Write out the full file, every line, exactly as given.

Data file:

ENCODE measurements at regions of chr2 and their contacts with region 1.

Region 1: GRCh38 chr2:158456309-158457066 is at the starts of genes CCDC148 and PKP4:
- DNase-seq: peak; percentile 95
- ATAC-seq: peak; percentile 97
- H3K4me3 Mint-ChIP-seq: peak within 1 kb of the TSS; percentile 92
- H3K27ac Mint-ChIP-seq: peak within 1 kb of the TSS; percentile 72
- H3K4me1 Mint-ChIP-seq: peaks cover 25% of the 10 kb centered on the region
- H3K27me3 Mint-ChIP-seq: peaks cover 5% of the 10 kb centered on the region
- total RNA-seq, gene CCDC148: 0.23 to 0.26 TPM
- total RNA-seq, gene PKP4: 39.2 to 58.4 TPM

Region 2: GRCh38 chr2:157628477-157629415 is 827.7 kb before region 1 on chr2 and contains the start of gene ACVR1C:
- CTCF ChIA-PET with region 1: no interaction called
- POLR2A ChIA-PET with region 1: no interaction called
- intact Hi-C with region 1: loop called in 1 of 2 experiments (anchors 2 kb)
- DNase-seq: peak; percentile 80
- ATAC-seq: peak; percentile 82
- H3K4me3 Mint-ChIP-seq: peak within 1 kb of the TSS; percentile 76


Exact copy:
ENCODE measurements at regions of chr2 and their contacts with region 1.

Region 1: GRCh38 chr2:158456309-158457066 is at the starts of genes CCDC148 and PKP4:
- DNase-seq: peak; percentile 95
- ATAC-seq: peak; percentile 97
- H3K4me3 Mint-ChIP-seq: peak within 1 kb of the TSS; percentile 92
- H3K27ac Mint-ChIP-seq: peak within 1 kb of the TSS; percentile 72
- H3K4me1 Mint-ChIP-seq: peaks cover 25% of the 10 kb centered on the region
- H3K27me3 Mint-ChIP-seq: peaks cover 5% of the 10 kb centered on the region
- total RNA-seq, gene CCDC148: 0.23 to 0.26 TPM
- total RNA-seq, gene PKP4: 39.2 to 58.4 TPM

Region 2: GRCh38 chr2:157628477-157629415 is 827.7 kb before region 1 on chr2 and contains the start of gene ACVR1C:
- CTCF ChIA-PET with region 1: no interaction called
- POLR2A ChIA-PET with region 1: no interaction called
- intact Hi-C with region 1: loop called in 1 of 2 experiments (anchors 2 kb)
- DNase-seq: peak; percentile 80
- ATAC-seq: peak; percentile 82
- H3K4me3 Mint-ChIP-seq: peak within 1 kb of the TSS; percentile 76